Oxford, 456 pp., £35, April 1990, 0 19 913076 0
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... and soil impose perennial constraints on warfare and agriculture. A striking example is found in Jonathan Spence’s The Search for Modern China: ‘Chiang Kai-shek [in 1949] had roughly the same range of options that had faced the southern Ming court once the Manchus had seized Peking and the North China plain 305 years before. He could try to ...

Reputation

Peter Burke, 21 May 1987

The Count-Duke of Olivares: The Statesman in an Age of Decline 
by J.H. Elliott.
Yale, 733 pp., £19.95, August 1986, 0 300 03390 7
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Philip IV and the Decoration of the Alcazar of Madrid 
by Steven Orso.
Princeton, 227 pp., £36.70, July 1986, 0 691 04036 2
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... In 1980, Elliott published a study of the latter palace in partnership with the art historian Jonathan Brown, reconstructing its appearance from literary sources (since the palace itself was destroyed by the British during the Peninsular War), and paying particular attention to the programme of the paintings by Velazquez, Zurbaran and others in the throne ...

The First Emperor

T.H. Barrett, 10 November 1988

Khubilai Khan: His Life and Times 
by Morris Rossabi.
California, 322 pp., £12.50, May 1988, 0 520 05913 1
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Searches for an Imaginary Kingdom: The Legend of the Kingdom of Prester John 
by L.N. Gumilev, translated by R.E.F. Smith.
Cambridge, 403 pp., £37.50, February 1988, 0 521 32214 6
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... no archives from me period to compare with those of three centuries later so cunningly used by Jonathan Spence to construct his Emperor of China: Self-Portrait of K’ang-hsi. If we had to judge Khubilai on the basis of his appearance in later Chinese historical writings we might never be tempted to read a full biography of him at all. Many of them ...

Chinese Whispers

D.J. Enright, 18 June 1981

The Woman Warrior 
by Maxine Hong Kingston.
Picador, 186 pp., £1.50, March 1981, 0 330 26400 1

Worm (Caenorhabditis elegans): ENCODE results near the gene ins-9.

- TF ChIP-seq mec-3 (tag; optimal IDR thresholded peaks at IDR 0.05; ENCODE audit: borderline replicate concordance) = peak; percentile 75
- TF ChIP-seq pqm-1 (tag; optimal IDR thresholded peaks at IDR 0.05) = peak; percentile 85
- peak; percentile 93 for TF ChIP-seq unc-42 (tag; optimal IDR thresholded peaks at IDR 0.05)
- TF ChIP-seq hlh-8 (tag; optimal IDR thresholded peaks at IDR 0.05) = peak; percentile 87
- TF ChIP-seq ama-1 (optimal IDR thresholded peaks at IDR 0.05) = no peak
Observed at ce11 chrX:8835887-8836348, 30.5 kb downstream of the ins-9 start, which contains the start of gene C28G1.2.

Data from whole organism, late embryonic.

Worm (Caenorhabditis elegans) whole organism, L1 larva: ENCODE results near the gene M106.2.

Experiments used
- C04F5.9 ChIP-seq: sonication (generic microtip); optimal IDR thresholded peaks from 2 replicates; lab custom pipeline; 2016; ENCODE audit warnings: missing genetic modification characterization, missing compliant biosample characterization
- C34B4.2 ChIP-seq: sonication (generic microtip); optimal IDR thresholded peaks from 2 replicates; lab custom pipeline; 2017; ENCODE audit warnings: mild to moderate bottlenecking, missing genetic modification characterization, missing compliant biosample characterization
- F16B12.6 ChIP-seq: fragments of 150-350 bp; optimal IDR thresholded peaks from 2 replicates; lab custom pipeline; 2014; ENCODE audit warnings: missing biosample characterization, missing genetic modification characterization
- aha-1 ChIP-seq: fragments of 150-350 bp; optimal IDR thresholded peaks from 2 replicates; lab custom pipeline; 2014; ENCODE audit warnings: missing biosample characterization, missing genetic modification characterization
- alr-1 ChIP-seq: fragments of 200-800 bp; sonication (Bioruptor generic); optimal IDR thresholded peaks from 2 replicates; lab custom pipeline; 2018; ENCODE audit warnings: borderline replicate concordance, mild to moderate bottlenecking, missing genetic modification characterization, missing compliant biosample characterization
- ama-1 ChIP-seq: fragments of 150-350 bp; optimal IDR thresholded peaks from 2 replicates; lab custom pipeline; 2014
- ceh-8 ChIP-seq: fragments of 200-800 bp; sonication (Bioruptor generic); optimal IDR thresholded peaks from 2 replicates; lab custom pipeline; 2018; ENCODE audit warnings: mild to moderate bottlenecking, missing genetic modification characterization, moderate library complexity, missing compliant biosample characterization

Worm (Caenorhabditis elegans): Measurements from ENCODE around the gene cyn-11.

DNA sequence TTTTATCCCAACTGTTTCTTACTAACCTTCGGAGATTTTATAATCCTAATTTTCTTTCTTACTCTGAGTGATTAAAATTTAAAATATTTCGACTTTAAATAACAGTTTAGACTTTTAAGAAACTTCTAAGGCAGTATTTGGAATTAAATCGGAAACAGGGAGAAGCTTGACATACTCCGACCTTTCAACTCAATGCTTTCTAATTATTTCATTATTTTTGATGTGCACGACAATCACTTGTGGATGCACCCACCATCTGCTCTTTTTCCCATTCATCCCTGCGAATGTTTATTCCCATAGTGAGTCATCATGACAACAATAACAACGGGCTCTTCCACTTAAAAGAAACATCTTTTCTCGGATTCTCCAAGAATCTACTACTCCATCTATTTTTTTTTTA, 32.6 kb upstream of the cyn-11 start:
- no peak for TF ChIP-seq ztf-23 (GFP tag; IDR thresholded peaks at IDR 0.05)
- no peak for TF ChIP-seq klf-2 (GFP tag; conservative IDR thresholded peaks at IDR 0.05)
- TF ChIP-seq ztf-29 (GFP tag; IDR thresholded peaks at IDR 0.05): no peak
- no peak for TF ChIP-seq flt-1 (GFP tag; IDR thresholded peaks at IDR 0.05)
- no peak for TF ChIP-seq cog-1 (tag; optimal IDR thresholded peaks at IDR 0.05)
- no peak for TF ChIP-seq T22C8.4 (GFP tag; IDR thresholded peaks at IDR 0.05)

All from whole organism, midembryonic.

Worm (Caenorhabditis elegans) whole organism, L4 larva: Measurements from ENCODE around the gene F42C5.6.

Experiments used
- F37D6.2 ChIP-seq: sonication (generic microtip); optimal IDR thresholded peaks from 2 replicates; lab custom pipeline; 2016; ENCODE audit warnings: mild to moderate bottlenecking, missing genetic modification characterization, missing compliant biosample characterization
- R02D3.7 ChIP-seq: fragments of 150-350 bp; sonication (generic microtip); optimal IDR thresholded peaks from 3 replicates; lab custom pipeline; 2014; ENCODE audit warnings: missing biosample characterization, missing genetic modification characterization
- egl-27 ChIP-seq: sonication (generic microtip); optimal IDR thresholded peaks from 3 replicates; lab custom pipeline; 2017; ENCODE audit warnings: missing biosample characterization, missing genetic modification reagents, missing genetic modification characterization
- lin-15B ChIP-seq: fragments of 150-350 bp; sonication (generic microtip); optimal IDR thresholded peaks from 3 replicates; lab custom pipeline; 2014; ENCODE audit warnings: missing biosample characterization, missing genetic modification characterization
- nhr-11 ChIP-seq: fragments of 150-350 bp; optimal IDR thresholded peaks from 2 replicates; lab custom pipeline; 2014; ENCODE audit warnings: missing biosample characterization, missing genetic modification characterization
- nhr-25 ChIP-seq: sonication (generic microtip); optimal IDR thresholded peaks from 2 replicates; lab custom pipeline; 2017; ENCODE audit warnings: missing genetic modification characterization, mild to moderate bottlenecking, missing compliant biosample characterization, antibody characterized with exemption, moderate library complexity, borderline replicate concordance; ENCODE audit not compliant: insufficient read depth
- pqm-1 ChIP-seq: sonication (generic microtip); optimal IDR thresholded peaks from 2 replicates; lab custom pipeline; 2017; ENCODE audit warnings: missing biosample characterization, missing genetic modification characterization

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China Men 
by Maxine Hong Kingston.
Picador, 301 pp., £1.50, March 1981, 0 330 26367 6
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... and ‘Girls are maggots in the rice.’ In a forthcoming account of modern Chinese history Jonathan Spence mentions the young revolutionary poetess, Chiu Jin, who wrote in 1904: We, the two hundred million women of China, are the most unfairly treated objects on this earth. If we have a decent father, then we will be all right at the time of our ...

Unmasking Monsieur Malraux

Richard Mayne, 25 June 1992

The Conquerors 
by André Malraux, translated by Stephen Becker.
Chicago, 198 pp., £8.75, December 1991, 0 226 50290 2
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The Temptation of the West 
by André Malraux, translated by Robert Hollander.
Chicago, 122 pp., £8.75, February 1992, 0 226 50291 0
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The Walnut Tree of Altenburg 
by André Malraux, translated by A.W. Fielding.
Chicago, 224 pp., £9.55, April 1992, 0 226 50289 9
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... He was sensing the possibilities that were to come to fruition in the European Community.’ And Jonathan Spence, discussing The Temptation of the West, a supposed exchange of letters between ‘AD’, a Frenchman, and his Chinese correspondent ‘Ling’, is more venturesome still, It is never safe, and often folly,’ he admits, ‘to call any ...

Joe, Jerry and Bomber Blair

Owen Hatherley: Jonathan Meades, 7 March 2013

Museum without Walls 
by Jonathan Meades.
Unbound, 446 pp., £20, September 2012, 978 1 908717 18 4
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... Jonathan Meades, for the last thirty years Britain’s most consistently surprising and informative writer on the built environment, has finally published a book on the subject. A volume did appear in 1988 – English Extremists, written with Deyan Sudjic and Peter Cook, celebrating the postmodern architects Campbell Zogolovitch Wilson Gough – but since then his medium has been television ...

The Impostor

Peter Burke, 19 April 1984

Le Retour de Martin Guerre 
by Natalie Davis, Jean-Claude Carrière and Daniel Vigne.
Robert Laffont, 269 pp.
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The Return of Martin Guerre 
by Natalie Davis.
Harvard, 162 pp., £12.75, October 1983, 0 674 76690 3
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... have sometimes been spectacular, as in the case of Carlo Ginzburg’s The Cheese and the Worms; or Jonathan Spence’s The Death of Woman Wang, which described the adventures of a woman who ran away from her husband, returned to him, and was strangled by him as she slept one night in 1672 in a village in Shantung Province; or, best-known of ...